Idealists are few, and unflinching ones rare.
Too many are loath to commit.
More often, agendas too secret to share
Give heroes good reason to quit.
Yet, sometimes a principled stalwart of right
Is wise to not trust quite so much,
So when the agendas collapse in a fight,
There’s something still solid to clutch.
MPAA rating: PG-13
Before I review Cap’s third awesome outing in Civil War, I thought I should cover the only major Marvel movie I haven’t reviewed yet. (I’ll get to Thor 2 eventually.) The First Avenger was a pitch-perfect origin story for Captain America while The Avengers paired the patriotic hero with his super-powered team, but it was The Winter Soldier that brought the 1940s Steve Rogers into the modern world.
After adapting to his new century, Steve Rogers butts heads with Nick Fury (Samuel L. Jackson, who gets to do more in this movie than in most of his cameos), only to uncover a conspiracy within S.H.I.E.L.D. itself, going right up to its president Alexander Pierce (Robert Redford in rare villain mode). With help from Scarlett Johansson’s ever-resourceful Black Widow and new ally Sam Wilson/Falcon (Anthony Mackie), Cap faces off against the mysterious Winter Soldier and tries to contain the damage of the inevitable coup. Oh, and a gut-punch twist reminds everyone that no one but villains really die in these comic book movies.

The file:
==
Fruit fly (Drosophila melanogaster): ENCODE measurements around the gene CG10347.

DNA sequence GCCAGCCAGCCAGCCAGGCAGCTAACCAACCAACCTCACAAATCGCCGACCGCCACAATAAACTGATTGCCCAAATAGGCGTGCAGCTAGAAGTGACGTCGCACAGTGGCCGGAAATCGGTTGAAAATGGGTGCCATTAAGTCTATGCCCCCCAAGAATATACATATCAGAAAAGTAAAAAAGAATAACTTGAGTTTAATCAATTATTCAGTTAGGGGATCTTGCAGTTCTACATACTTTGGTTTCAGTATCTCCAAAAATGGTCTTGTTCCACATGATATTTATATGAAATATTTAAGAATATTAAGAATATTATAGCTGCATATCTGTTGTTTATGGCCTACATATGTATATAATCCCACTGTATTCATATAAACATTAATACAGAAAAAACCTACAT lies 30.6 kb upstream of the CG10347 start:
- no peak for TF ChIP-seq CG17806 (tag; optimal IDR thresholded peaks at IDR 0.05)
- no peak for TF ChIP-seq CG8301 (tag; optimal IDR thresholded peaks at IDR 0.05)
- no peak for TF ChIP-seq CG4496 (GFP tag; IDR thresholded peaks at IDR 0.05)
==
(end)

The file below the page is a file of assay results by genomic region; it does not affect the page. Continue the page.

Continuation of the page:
Though The Winter Soldier has a reputation for being better than its predecessor, I do prefer the nostalgic action of The First Avenger more. Nevertheless, the second Cap film features one of the most significant plots of any Marvel film with some of the deepest ripples through the MCU. Not only is Nick Fury “killed” and HYDRA resurrected but S.H.I.E.L.D. is effectively toppled as well, and the film builds on the first film with its revelation of the Winter Soldier’s tragic identity (which I knew going in since it reflects the comics, but it was a genuine surprise for my VC). Being a fan of Marvel’s Agents of S.H.I.E.L.D., I find it amazing how the events of the film were incorporated into the TV show’s concurrent first season (such as the appearance of Agent Sitwell), and the entire second season continued to incorporate elements (like the face-changing mask) and dealt with the fallout and the need to rebuild S.H.I.E.L.D.
There’s really very little negative that I can say about The Winter Soldier. The action and special effects are as spectacular as Marvel’s best films, especially in the slightly numbing final battle. Every actor is on point, and it was an odd pleasure seeing Johansson’s confrontation with Redford, considering he gave her one of her first major roles when they co-starred in The Horse Whisperer. The only bad thing I can say about The Winter Soldier is that its overall product feels rather generic (car chases, fist fights, etc.) compared with Marvel’s more inventive or colorful adventures, like Guardians of the Galaxy or even The First Avenger. It’s nonetheless an essential installment of Marvel’s canon and a highly entertaining one at that.
Best line: (the end of Cap’s speech to S.H.I.E.L.D.) “I know I’m asking a lot, but the price of freedom is high. It always has been. And it’s a price I’m willing to pay. And if I’m the only one, then so be it. But I’m willing to bet I’m not.”
Rank: List-Worthy (joining The First Avenger)
© 2016 S. G. Liput
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